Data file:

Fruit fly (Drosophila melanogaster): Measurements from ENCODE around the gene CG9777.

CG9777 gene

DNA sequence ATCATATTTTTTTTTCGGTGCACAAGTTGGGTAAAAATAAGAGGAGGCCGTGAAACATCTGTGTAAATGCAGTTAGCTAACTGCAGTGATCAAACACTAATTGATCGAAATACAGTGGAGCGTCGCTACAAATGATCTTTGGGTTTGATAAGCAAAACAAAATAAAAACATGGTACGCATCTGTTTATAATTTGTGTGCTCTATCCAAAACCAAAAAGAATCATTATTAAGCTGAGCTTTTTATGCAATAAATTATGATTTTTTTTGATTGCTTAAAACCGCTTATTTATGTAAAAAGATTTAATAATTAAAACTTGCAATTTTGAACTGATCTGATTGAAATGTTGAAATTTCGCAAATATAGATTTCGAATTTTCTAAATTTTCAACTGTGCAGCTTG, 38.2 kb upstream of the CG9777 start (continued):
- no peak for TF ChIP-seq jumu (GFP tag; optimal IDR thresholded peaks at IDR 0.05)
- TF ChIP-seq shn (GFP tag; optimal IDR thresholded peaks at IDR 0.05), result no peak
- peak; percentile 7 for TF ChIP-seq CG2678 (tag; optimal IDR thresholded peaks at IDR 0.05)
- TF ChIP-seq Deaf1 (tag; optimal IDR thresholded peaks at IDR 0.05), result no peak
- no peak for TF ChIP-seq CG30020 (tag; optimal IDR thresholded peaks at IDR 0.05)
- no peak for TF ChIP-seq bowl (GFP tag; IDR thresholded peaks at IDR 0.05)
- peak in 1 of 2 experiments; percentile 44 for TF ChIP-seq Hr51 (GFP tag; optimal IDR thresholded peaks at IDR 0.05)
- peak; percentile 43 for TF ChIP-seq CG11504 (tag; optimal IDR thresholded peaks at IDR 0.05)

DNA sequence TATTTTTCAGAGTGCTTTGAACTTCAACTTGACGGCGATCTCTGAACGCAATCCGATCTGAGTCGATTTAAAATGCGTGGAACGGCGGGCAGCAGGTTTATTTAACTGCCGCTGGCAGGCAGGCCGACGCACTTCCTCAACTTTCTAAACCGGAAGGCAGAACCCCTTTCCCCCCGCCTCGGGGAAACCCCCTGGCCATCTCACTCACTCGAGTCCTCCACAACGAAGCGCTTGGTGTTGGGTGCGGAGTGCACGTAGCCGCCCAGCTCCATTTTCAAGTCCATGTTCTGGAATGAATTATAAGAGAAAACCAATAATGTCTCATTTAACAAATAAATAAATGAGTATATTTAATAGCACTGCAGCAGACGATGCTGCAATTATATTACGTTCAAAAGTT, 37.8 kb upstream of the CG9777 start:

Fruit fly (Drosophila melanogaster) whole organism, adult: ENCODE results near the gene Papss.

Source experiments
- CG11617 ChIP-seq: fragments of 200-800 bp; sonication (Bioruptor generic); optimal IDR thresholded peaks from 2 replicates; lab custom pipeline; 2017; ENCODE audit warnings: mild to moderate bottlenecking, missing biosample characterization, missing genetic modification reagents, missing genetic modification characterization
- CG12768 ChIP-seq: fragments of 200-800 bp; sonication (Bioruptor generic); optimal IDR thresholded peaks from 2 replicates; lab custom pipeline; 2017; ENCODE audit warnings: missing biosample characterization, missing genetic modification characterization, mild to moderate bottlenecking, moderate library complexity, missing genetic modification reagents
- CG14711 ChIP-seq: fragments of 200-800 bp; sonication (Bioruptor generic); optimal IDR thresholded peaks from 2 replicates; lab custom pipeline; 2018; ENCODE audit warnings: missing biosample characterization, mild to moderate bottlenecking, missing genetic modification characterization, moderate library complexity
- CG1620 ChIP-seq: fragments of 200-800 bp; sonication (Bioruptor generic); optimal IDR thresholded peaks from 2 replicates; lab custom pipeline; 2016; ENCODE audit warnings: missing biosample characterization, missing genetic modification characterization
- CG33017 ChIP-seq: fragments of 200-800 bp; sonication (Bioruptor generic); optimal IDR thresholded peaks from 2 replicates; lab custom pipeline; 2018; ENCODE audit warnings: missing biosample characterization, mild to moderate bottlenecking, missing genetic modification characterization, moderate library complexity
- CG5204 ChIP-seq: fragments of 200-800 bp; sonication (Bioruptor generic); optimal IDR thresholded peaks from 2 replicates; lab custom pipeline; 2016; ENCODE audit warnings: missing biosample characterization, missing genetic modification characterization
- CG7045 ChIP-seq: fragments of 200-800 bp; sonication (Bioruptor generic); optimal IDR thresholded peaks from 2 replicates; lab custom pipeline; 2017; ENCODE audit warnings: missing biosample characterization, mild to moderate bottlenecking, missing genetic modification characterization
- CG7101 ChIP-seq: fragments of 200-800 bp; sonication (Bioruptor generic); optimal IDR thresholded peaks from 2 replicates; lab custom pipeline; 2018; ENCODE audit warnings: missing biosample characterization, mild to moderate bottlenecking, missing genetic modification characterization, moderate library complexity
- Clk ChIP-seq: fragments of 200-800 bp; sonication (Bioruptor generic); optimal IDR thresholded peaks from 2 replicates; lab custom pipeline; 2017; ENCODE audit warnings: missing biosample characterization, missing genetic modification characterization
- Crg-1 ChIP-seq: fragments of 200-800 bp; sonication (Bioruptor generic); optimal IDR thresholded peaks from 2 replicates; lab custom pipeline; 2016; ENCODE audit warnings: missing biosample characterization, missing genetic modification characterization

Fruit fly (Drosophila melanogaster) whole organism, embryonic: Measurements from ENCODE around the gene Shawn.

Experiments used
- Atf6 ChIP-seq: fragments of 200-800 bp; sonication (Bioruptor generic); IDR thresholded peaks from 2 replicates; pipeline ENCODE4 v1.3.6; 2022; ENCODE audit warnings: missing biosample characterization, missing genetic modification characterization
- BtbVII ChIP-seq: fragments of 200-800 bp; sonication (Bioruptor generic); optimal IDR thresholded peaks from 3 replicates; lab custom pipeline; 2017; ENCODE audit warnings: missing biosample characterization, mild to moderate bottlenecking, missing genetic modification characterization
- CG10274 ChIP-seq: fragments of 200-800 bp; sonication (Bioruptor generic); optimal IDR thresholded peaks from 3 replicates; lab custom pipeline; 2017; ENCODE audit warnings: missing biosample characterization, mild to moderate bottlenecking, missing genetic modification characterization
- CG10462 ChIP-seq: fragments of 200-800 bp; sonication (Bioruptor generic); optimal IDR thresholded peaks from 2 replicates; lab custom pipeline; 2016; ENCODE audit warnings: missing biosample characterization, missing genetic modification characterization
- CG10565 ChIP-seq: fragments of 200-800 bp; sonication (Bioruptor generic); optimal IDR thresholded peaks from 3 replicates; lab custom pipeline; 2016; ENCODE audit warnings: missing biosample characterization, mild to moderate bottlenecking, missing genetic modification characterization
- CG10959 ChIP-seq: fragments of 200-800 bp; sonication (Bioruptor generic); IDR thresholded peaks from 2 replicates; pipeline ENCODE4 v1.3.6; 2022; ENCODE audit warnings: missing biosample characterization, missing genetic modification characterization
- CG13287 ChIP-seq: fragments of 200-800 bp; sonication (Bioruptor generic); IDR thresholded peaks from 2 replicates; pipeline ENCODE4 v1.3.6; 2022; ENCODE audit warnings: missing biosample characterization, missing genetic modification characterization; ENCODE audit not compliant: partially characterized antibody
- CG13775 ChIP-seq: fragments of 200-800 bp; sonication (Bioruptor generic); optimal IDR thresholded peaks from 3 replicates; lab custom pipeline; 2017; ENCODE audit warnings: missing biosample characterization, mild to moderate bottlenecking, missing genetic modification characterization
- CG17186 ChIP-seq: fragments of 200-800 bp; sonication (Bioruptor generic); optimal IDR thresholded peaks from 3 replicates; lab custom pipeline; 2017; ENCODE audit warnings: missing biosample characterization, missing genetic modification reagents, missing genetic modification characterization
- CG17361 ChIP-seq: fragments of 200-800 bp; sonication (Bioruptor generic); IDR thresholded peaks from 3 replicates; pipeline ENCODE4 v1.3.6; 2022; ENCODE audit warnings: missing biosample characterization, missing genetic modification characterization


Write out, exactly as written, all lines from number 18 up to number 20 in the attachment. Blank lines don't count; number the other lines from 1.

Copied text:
- CG1620 ChIP-seq: fragments of 200-800 bp; sonication (Bioruptor generic); optimal IDR thresholded peaks from 2 replicates; lab custom pipeline; 2016; ENCODE audit warnings: missing biosample characterization, missing genetic modification characterization
- CG33017 ChIP-seq: fragments of 200-800 bp; sonication (Bioruptor generic); optimal IDR thresholded peaks from 2 replicates; lab custom pipeline; 2018; ENCODE audit warnings: missing biosample characterization, mild to moderate bottlenecking, missing genetic modification characterization, moderate library complexity
- CG5204 ChIP-seq: fragments of 200-800 bp; sonication (Bioruptor generic); optimal IDR thresholded peaks from 2 replicates; lab custom pipeline; 2016; ENCODE audit warnings: missing biosample characterization, missing genetic modification characterization